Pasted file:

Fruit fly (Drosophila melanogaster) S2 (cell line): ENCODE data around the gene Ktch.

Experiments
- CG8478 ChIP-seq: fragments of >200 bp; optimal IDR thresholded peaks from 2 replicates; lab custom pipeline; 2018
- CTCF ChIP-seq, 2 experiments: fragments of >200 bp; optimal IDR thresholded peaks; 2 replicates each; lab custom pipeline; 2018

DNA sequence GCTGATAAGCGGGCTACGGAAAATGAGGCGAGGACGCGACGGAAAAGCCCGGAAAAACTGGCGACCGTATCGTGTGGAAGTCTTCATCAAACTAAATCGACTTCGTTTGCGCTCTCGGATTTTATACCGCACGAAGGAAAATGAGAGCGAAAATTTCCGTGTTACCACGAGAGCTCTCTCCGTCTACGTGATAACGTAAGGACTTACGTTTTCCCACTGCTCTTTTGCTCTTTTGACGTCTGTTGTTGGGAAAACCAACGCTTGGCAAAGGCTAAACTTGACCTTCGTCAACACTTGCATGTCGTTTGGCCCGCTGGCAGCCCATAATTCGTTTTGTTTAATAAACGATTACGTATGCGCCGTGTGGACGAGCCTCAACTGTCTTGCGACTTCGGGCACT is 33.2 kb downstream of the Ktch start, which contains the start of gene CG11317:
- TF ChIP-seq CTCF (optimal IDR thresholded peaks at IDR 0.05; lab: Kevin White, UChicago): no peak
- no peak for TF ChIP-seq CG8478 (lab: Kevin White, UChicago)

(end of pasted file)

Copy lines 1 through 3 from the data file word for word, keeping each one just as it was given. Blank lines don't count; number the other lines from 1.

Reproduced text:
Fruit fly (Drosophila melanogaster) S2 (cell line): ENCODE data around the gene Ktch.

Experiments
- CG8478 ChIP-seq: fragments of >200 bp; optimal IDR thresholded peaks from 2 replicates; lab custom pipeline; 2018